One of the bloggers that I keep up with is Angela Maiers. Angela is a literacy consultant and she has great ideas for working with kids on reading and writing. Her latest series is called Celebrating Nonfiction and there is one post in particular that I thought would be useful to librarians.
Angela describes conversations that she had with students as they selected nonfiction books in the library and what she felt like was missing in their selection process:
Over and over, I would hear comments like:
- “I need a book on snakes.”
- “I want to know more about trucks, so I am looking for truck books.”
- “I have to research the constitution, do you have a book on that?”
So what’s missing? Not one reader mentioned their purpose for reading. Even when I asked: What is your reason for wanting more information about snakes? What about trucks is most important for you to discover? What aspect of the constitution is the subject of your research?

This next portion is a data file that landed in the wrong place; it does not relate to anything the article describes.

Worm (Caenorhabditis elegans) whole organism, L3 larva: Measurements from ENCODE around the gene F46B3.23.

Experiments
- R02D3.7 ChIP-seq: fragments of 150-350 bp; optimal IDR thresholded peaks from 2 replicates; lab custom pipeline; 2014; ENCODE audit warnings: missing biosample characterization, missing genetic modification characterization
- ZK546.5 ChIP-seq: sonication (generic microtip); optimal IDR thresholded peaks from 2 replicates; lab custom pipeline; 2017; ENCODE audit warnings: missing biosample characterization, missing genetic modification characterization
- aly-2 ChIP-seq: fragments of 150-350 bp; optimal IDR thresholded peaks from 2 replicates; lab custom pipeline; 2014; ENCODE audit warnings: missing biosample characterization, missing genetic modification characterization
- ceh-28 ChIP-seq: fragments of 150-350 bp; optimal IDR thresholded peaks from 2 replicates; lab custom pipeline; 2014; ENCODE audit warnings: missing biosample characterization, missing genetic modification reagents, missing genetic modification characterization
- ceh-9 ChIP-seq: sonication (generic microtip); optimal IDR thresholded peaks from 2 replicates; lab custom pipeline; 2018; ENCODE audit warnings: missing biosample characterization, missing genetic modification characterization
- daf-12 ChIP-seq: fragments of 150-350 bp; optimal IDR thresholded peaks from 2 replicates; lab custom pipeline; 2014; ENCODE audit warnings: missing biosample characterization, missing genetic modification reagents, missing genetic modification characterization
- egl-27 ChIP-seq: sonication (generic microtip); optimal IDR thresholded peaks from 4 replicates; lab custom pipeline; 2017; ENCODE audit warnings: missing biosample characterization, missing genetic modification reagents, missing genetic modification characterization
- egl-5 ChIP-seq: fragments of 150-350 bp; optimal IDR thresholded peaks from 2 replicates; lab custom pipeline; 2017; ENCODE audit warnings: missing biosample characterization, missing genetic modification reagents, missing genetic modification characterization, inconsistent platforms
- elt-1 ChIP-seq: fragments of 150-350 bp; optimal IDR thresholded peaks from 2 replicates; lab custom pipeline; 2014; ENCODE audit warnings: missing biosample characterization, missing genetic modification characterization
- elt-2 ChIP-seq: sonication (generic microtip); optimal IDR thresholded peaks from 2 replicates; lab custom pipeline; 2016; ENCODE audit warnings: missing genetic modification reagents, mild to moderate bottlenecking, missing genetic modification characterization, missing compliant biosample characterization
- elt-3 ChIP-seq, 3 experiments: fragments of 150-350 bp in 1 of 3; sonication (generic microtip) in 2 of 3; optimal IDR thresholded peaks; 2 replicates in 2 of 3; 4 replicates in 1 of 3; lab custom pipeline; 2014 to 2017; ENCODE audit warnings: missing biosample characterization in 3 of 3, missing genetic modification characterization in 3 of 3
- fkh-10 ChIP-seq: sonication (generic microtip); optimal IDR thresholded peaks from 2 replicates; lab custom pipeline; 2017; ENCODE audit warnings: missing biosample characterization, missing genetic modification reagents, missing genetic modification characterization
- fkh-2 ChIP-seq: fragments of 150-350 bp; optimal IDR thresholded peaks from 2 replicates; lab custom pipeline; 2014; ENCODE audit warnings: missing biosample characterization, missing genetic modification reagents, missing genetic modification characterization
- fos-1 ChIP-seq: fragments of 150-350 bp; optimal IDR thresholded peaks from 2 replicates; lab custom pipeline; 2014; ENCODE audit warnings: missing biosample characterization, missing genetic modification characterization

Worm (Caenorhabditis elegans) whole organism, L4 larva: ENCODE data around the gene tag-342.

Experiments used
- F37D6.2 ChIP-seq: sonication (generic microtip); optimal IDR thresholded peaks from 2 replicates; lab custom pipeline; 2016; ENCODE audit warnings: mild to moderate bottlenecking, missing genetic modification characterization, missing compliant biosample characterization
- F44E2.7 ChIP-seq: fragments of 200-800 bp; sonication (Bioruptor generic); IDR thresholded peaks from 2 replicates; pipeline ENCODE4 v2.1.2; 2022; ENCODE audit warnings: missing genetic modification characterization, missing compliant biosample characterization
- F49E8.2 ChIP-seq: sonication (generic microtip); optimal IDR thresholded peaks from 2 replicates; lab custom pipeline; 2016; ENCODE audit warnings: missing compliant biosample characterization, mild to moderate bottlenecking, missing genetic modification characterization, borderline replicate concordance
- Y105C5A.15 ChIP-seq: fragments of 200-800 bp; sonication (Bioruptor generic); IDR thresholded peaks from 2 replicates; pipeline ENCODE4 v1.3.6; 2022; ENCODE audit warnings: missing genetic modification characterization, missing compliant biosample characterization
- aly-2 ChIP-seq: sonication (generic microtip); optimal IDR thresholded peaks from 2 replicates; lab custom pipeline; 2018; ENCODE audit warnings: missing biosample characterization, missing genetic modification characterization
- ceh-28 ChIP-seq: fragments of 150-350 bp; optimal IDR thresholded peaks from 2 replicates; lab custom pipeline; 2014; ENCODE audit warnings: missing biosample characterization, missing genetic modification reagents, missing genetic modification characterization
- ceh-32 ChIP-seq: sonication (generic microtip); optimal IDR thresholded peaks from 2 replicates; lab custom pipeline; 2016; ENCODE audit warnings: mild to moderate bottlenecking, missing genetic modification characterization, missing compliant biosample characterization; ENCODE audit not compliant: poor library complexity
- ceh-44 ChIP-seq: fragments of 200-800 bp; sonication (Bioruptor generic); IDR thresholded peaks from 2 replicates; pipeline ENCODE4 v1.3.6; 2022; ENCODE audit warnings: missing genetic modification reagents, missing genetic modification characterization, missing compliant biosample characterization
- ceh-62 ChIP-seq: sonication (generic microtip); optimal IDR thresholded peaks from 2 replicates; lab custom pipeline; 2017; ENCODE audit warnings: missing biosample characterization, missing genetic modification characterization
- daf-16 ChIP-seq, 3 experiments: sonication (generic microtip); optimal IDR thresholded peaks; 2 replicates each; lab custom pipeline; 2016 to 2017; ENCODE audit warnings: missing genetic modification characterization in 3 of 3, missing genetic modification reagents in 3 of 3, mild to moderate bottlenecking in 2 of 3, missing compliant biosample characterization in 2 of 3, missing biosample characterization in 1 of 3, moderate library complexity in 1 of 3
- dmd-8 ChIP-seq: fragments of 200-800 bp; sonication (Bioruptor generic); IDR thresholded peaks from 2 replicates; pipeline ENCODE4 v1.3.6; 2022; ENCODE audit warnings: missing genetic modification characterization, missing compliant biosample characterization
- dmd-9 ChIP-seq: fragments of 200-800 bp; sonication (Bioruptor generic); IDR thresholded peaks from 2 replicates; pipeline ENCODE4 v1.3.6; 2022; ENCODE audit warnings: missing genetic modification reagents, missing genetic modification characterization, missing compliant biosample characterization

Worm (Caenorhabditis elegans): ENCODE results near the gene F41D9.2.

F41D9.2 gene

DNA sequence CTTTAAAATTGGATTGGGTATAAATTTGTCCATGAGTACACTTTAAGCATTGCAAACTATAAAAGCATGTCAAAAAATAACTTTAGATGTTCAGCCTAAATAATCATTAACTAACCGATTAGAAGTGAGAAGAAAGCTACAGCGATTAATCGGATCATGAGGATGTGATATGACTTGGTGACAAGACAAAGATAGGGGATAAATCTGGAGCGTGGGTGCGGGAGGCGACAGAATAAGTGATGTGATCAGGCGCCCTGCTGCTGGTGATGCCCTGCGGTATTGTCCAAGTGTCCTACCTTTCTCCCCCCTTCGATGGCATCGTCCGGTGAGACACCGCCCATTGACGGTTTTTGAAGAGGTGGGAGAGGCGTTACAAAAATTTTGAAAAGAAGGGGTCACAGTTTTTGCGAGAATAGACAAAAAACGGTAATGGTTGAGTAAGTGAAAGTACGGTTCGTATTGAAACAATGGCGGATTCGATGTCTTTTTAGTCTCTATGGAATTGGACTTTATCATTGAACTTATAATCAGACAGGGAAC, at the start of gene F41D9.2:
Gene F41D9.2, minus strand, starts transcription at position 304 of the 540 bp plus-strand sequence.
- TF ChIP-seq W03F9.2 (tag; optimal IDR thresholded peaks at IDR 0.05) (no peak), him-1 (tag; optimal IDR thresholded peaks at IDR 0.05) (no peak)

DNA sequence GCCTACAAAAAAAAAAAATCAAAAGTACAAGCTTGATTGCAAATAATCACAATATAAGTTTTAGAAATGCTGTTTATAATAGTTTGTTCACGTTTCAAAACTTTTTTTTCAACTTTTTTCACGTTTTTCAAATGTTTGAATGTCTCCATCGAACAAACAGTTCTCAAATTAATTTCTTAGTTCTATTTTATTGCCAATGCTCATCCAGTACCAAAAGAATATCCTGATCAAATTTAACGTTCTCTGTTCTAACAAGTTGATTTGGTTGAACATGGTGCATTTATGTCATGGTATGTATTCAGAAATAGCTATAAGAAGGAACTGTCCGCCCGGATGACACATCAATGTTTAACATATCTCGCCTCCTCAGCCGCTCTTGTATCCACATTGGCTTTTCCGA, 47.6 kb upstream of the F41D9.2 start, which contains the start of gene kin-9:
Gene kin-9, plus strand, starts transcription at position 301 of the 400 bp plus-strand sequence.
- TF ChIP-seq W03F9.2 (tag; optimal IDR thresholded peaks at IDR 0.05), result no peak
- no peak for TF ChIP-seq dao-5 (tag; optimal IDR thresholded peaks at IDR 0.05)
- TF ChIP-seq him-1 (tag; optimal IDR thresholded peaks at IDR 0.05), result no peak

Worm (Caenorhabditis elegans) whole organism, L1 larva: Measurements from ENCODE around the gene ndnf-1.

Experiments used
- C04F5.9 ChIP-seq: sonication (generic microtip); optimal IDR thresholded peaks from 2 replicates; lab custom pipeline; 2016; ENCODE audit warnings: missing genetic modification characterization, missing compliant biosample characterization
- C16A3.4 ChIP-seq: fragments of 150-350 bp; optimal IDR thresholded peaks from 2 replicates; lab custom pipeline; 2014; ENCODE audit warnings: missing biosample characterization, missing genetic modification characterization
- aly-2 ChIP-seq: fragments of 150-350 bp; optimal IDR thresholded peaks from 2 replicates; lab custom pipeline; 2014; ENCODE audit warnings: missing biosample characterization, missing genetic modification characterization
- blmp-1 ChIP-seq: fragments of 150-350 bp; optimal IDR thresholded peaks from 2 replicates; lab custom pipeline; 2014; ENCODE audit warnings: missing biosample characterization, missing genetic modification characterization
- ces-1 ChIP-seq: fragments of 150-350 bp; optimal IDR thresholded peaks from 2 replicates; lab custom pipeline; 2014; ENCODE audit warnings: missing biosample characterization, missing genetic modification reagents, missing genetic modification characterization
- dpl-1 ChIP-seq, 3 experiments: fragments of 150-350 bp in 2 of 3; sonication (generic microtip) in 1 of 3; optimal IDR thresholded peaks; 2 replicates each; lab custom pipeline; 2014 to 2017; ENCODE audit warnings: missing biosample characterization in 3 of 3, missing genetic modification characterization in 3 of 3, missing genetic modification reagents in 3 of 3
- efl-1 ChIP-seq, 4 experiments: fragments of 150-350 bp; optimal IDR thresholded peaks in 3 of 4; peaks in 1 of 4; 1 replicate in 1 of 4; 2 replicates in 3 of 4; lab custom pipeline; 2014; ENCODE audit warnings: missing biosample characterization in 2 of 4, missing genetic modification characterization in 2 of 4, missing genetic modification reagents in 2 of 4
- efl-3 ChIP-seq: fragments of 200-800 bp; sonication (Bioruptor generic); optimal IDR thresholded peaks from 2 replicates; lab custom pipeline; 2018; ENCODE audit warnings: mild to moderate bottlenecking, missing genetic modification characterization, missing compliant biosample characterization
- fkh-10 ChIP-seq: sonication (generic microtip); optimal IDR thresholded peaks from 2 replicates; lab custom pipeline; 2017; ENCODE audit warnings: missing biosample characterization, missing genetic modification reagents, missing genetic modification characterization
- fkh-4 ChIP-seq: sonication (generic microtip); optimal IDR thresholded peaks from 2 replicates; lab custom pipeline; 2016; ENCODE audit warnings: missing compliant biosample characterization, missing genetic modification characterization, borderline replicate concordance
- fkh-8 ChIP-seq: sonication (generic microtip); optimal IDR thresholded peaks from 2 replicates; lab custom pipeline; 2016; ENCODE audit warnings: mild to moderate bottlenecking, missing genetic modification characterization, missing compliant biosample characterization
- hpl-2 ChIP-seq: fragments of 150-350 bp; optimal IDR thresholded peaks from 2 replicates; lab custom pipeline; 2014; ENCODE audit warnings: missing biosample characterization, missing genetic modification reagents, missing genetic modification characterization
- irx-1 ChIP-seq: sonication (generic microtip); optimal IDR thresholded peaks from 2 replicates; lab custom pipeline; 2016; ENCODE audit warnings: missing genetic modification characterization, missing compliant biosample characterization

Readers can only be assured that they have selected the “just- right” text when their purpose aligns with the content.
I know that many of our elementary librarians teach lessons on “author’s purpose” to our students. What a great way of making a connection from lesson to life than to help students relate the author’s purpose to their own purpose for reading a book.
The next time you have kids in the library looking for something to read, don’t just ask them what their interests are or what kinds of TV shows or movies they enjoy. Also talk to them about their purpose for reading. It’s one more piece of information that you can use to help you connect your students to the right books for them!
And if you’re interested in some great ideas for ways to teach your students about nonfiction books, check out Angela’s other posts, starting with this one: